Over the past several years, there has been an explosion of interest in natural language processing (NLP) and text analysis. It’s important to understand the direct applications to a successful NLP and text analysis algorithm that could enhance life. However, a starting point to achieving these applications is understanding the similarity between words. Understanding the similarity and the dissimilarity between words could help move math closer to the applications below.
Text Mining and Doctors Offices
While at graduation from Boston University, I was talking with a gentleman I met in line. He mentioned to me how he was applying natural language processing and text analysis directly in a doctors office. The doctor would turn on the software, it would listen to the patient as the patient would explain their symptoms, then the software would make a statistical guess as to what the issue is, along with the confidence number.
A call center could use the natural language processing and text analysis so that when a user calls in with an issue, they could explain their issue over the phone and redirect them, explain to them, or route them to the most common solution to the problem they are having. How neat would this be? Interesting enough, maintaining the traditional call centers and even automated call center could cost millions of dollars. This could save them millions of dollars.
Implementing the Word2Vec algorithm, like words will group together and unlike words won’t group together.
The Word2Vec algorithm was introduced by a team at Google, led by Tomas Mikolov in 2013. This team developed an algorithm to convert words into a vector of words, thus being able use vector math. The Word2Vec algorithm we will be implementing will be done in R using a library called WordVectors.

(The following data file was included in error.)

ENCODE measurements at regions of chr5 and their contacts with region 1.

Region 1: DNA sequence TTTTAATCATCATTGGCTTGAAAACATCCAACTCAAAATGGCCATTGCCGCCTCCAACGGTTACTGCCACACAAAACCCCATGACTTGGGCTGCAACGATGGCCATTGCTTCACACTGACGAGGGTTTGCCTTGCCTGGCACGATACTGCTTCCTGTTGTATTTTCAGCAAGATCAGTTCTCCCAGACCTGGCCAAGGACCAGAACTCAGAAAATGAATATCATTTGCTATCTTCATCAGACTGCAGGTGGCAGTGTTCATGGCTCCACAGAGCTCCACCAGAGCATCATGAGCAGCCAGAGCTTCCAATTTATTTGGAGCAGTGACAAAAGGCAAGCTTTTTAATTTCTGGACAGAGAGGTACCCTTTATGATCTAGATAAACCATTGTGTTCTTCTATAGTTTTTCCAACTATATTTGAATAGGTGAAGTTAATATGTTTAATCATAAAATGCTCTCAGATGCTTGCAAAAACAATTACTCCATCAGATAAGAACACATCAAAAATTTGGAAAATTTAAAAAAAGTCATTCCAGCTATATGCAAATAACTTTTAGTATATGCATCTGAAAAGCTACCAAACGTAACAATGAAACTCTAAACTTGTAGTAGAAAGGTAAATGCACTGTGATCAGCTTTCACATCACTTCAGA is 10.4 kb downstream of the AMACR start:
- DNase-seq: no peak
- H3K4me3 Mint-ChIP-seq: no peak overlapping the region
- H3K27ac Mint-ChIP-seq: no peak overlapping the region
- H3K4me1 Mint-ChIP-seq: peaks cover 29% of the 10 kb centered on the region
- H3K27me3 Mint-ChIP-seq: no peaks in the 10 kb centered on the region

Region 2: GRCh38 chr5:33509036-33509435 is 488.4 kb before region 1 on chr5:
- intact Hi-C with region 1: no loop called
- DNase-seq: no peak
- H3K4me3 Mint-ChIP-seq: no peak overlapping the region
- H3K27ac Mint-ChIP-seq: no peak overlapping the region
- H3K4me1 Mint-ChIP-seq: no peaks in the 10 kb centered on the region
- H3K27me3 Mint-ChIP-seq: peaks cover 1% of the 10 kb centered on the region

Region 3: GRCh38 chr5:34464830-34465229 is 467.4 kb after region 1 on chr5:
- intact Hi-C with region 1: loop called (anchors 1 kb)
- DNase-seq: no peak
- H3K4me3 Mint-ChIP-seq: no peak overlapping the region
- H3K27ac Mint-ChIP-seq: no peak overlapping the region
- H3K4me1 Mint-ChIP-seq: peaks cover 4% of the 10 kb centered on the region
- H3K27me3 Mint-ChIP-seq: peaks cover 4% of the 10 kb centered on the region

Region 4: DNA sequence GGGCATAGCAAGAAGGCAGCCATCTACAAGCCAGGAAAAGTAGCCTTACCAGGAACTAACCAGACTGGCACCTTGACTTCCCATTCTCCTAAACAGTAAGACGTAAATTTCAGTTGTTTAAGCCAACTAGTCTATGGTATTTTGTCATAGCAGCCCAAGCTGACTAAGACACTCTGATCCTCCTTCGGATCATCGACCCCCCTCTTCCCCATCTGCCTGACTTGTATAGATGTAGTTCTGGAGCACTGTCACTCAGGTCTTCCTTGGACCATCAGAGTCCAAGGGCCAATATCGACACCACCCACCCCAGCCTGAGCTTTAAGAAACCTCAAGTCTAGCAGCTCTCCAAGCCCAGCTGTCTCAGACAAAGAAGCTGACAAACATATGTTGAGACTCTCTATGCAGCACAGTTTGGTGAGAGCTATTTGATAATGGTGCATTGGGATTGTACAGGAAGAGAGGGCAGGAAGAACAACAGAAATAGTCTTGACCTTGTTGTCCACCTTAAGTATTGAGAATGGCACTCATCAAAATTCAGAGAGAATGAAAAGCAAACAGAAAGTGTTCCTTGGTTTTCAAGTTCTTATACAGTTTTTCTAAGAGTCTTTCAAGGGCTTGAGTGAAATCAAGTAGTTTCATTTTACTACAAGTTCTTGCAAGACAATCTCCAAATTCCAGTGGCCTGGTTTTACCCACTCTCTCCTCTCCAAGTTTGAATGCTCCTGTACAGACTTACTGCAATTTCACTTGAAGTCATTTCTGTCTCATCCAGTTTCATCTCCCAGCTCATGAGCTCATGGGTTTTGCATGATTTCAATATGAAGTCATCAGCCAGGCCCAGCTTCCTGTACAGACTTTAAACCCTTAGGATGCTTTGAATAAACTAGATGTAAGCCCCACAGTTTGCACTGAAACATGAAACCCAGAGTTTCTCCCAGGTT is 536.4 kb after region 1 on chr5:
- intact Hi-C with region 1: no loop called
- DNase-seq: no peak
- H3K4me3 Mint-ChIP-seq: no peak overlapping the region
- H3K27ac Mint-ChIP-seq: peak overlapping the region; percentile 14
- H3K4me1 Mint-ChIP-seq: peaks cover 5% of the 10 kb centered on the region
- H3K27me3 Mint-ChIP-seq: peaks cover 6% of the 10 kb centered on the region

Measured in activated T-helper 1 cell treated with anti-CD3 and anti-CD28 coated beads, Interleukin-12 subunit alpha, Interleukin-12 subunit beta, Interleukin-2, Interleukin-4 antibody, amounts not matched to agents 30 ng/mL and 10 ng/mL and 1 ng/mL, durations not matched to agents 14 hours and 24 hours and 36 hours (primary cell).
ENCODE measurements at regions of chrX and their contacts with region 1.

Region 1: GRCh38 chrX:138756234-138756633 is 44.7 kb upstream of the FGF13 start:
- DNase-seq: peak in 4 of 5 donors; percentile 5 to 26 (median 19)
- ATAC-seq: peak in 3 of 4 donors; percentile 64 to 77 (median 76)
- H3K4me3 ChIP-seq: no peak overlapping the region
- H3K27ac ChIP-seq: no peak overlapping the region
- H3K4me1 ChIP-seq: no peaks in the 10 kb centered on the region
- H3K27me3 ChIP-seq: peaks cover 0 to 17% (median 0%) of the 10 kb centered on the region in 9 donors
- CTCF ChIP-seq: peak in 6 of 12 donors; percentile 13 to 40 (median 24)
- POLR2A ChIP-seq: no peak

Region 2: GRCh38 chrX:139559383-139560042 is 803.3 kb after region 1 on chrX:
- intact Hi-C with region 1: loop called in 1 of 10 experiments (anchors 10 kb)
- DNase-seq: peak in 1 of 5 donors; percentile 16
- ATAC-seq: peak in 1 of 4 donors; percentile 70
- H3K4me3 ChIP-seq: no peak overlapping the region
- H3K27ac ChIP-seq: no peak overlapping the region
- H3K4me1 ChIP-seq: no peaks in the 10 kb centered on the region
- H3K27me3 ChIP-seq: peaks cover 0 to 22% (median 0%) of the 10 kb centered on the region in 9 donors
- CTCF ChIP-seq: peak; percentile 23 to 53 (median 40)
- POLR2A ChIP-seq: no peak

Raw Data Training Corpus: raw data
Original Word2Vec C Code: Word2Vec
Caveats: Due to this processing power of my computer and my patience, only 17,005,207 words were used. When training for production use, normally billions of words would be trained.
No filters or cleansing was used in this data set. All words were tokenized by a space.
Closest Words to Each Other
The following graph is a graphical representation of the Word2Vec algorithm in action. Below are a few clusters outlined in square colors.
- Red – Letters of the alphabet
- Blue – Nationalities
- Yellow – Christian Religion
- Brown – Computers
- Green – Directions
Words to Describe Woman – Man and Good – Bad
Since the words are represented as a vector, this means that we could perform some vector math. The graph below represents all words that are similar to good minus the bad and woman minus man. This allows us to look at a specific category. First thing to know before observing the graph is that the closer to 1, the more similar the word is. The closer to -1, the least similar. Let’s observe the graph below:
- Far left is a man, in the at -0.2, which means since we chose woman minus man, this is scoring this correctly
- Top is good, which means one popular descriptor of woman minus man and good minus the bad is Good
- On the right are the words, desire, happy, pretty, loves, sleep, feelings, love, feel knows, which means that leans more towards the woman.
From the examples above, we can conclude that the Word2Vec algorithm does cluster like words together. In fact, the Word2Vec algorithm allows for filtering word clusters to improve the model that we are trying to achieve.